Use this URL to cite or link to this record in EThOS: https://ethos.bl.uk/OrderDetails.do?uin=uk.bl.ethos.707181
Title: A lexical-semantic analysis of the English prepositions 'at', 'on' and 'in' and their conceptual mapping onto Arabic : a comparative investigation
Author: Almuoseb, Anwar
ISNI:       0000 0004 6060 9360
Awarding Body: SOAS University of London
Current Institution: SOAS, University of London
Date of Award: 2016
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Abstract:
This study examines the semantic factors that determine the choice of the English spatial prepositions at, on and in within a cognitive semantic framework and accounts, as proposed by Herskovits (1986), Lindstromberg (1998, 2010), Talmy (2000), Tyler and Evans (2003), and Coventry and Garrod (2004). A semantic multiple-choice test was conducted to examine the performance of 54 ESL learners (32 Arabs, 11 Spanish, 11 Japanese). This test consisted of 59 items, in which central and peripheral prepositional meanings were included and were presented, with or without images. A repeated measure ANOVA test was used to analyse the findings for the semantic test. The semantic test findings revealed that: (1) The deviation of the performance of Arab ESL learners when using these prepositions could not only be explained by L1 interference patterns (Arabic) into L2 language (English), but (2) mastering them requires those ESL learners to have a high level of proficiency. (3) The peripheral meaning of prepositions posed a significant challenge to the participants in the test, especially during the trials for 'at'. (4) The polysemous nature of English prepositions significantly impedes the progress of Arab ESL learners in acquiring native-like intuition. The outcomes of this comparative investigation offer a number of potential pedagogical benefits. The study highlights the non-equivalence between the prepositional systems in English and other languages, such as Arabic, which is defined by semantic considerations. It is possible for ESL learners to map the spatial relations expressed by these English prepositions (coincidence, support and containment) onto other conceptual relations. The identification of a one to one equivalent would not be considered the cause of the learning difficulty but rather, the manner through which the speakers of these languages conceptualise and categorise spatial relations.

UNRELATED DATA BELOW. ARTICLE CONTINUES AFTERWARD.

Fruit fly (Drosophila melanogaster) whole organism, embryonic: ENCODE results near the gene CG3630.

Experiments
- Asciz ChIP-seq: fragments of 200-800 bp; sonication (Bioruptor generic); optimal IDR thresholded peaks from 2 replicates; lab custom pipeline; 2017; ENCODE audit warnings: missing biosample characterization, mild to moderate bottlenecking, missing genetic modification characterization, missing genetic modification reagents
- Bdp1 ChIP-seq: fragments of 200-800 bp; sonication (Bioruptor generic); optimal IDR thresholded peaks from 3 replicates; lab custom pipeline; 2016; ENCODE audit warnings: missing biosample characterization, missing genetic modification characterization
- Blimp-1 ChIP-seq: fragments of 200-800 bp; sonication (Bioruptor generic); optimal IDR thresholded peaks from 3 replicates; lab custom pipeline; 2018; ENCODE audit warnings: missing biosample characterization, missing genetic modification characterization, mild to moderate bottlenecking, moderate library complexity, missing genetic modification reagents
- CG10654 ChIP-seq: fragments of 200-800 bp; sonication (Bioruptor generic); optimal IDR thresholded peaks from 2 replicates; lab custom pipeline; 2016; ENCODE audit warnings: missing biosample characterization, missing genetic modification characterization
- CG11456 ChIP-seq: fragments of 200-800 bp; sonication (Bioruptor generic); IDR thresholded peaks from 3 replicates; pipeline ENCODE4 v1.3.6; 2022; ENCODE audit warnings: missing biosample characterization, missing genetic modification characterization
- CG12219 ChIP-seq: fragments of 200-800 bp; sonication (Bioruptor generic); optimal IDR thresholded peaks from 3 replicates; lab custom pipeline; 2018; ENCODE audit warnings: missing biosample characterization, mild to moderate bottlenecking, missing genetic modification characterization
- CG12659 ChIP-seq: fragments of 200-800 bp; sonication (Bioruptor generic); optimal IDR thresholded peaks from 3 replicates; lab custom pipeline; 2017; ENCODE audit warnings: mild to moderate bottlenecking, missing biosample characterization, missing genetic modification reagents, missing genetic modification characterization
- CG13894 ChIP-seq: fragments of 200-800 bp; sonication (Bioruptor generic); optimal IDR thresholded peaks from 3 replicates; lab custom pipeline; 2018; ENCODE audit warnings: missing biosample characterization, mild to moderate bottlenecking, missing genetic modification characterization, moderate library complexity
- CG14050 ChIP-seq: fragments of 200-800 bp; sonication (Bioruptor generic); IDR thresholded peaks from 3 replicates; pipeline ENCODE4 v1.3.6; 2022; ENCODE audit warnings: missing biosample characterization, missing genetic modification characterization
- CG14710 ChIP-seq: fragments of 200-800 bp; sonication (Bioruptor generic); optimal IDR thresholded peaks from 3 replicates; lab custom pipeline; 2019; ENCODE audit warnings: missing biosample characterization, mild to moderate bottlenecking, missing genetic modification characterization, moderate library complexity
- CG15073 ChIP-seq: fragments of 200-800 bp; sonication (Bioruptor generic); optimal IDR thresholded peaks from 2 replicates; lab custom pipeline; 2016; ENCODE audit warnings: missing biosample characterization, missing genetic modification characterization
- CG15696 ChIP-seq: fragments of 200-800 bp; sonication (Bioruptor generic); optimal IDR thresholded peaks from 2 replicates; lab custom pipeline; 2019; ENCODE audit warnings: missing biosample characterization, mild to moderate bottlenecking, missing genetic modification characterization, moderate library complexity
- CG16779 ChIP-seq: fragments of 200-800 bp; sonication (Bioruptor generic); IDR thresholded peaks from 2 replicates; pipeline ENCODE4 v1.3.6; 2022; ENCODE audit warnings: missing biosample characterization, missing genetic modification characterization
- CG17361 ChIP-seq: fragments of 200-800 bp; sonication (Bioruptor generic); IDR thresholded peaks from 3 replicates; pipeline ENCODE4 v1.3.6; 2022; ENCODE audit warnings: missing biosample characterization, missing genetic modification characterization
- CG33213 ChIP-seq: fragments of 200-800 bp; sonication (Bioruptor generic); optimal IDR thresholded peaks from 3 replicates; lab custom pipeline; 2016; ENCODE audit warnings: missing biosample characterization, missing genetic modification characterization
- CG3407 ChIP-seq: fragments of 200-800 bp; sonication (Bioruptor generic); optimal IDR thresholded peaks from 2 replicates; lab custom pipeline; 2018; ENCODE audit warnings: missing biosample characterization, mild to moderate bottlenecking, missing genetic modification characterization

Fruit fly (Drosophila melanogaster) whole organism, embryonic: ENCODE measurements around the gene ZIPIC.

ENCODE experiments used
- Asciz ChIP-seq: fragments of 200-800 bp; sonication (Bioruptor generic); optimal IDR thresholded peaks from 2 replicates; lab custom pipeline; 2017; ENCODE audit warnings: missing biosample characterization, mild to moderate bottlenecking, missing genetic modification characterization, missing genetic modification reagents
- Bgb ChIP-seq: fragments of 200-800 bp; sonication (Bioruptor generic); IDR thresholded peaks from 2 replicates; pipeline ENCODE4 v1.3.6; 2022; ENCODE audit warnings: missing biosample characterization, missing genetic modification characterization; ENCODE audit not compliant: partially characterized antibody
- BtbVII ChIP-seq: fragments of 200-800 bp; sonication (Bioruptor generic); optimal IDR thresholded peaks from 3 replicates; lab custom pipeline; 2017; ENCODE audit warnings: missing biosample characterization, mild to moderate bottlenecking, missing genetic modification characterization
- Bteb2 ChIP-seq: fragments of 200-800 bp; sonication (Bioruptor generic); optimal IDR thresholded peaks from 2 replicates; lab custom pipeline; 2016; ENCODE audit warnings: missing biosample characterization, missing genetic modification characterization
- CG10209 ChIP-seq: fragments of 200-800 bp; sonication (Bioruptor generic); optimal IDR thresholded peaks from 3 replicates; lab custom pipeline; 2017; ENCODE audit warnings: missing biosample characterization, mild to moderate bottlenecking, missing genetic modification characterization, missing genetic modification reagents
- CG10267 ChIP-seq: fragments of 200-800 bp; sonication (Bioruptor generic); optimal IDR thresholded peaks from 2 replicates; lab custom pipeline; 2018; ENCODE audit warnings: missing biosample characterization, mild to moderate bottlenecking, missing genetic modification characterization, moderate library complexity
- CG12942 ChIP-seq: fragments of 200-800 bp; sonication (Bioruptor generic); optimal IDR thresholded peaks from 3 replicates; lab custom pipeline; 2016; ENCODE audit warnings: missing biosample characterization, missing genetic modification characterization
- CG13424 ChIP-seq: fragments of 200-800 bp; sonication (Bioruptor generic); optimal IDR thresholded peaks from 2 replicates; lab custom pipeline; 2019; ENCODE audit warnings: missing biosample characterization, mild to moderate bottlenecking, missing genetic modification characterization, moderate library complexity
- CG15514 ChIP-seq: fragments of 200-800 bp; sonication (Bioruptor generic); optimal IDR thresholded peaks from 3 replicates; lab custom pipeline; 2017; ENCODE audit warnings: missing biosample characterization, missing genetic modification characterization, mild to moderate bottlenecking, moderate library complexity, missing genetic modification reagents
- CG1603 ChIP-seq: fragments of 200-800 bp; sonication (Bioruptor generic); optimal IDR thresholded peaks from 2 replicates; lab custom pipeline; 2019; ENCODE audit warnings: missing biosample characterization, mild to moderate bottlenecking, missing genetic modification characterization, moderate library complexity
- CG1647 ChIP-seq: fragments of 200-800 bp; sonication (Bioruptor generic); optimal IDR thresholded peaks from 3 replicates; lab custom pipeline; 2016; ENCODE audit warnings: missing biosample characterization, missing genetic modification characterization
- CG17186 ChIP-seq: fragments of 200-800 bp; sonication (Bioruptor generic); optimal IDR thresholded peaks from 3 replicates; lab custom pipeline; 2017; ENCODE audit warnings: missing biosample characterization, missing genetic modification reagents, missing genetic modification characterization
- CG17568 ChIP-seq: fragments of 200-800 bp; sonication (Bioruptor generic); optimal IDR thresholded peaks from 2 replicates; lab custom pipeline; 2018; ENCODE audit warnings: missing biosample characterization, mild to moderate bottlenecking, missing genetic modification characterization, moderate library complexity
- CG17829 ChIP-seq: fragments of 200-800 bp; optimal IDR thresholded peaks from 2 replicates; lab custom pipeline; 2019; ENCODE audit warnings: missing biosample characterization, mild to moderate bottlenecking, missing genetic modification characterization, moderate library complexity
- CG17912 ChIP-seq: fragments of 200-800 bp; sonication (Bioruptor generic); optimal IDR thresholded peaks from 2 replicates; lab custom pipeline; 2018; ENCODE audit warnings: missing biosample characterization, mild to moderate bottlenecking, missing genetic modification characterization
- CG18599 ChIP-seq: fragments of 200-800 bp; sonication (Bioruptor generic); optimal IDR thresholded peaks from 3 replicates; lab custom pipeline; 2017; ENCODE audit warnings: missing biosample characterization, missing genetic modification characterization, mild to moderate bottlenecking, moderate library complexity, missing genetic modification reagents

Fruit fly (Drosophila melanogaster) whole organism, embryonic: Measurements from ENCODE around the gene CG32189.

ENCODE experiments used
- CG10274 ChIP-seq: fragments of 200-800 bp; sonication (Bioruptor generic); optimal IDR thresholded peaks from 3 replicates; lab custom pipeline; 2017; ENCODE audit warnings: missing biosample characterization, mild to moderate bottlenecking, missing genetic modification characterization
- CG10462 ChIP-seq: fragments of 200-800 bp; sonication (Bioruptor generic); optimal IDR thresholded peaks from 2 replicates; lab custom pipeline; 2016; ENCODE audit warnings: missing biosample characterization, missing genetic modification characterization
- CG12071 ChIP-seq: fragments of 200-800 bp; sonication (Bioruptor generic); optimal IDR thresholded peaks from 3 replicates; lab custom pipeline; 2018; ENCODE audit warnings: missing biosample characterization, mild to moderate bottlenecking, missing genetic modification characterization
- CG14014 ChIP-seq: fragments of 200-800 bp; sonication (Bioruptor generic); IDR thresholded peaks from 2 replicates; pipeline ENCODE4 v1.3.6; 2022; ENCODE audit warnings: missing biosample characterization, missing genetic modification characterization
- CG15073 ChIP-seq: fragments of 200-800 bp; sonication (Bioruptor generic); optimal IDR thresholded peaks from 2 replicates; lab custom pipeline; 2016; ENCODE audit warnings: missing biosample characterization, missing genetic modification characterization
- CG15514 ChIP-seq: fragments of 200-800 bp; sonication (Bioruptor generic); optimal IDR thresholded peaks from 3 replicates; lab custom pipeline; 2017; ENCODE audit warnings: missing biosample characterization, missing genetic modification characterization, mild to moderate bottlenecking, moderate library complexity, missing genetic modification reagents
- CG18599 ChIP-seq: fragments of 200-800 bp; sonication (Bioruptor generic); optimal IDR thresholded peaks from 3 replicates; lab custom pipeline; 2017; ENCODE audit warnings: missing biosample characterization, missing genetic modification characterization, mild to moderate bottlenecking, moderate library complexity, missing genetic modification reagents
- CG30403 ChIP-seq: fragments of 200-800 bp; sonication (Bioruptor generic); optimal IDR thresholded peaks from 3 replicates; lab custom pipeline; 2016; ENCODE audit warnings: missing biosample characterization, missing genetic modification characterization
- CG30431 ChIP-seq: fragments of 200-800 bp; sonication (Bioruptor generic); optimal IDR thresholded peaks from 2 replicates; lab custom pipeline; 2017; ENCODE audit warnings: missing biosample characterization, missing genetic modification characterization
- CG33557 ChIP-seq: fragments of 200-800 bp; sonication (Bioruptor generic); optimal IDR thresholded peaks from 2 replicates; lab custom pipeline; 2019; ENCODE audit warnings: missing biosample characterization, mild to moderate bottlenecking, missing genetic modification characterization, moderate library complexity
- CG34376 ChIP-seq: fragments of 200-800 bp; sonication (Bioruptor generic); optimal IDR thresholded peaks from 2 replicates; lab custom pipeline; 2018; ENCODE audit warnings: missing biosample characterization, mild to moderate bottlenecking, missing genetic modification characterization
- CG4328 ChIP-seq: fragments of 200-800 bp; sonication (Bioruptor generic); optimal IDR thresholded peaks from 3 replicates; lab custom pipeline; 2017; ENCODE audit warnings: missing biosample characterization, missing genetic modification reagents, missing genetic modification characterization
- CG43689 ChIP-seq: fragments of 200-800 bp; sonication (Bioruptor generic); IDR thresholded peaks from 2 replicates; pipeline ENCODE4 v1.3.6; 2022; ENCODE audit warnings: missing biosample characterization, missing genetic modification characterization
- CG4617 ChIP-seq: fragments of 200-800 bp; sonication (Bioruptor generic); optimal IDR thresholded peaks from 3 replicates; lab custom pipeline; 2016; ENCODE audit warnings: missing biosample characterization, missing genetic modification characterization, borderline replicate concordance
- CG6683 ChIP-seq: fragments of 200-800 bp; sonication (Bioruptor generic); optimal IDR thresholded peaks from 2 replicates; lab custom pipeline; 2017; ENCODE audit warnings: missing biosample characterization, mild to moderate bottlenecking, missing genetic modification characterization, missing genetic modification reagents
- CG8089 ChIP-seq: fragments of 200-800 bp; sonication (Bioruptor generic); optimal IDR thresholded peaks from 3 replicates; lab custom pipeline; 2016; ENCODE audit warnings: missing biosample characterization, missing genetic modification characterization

Supervisor: Not available Sponsor: Not available
Qualification Name: Thesis (Ph.D.) Qualification Level: Doctoral
EThOS ID: uk.bl.ethos.707181  DOI:
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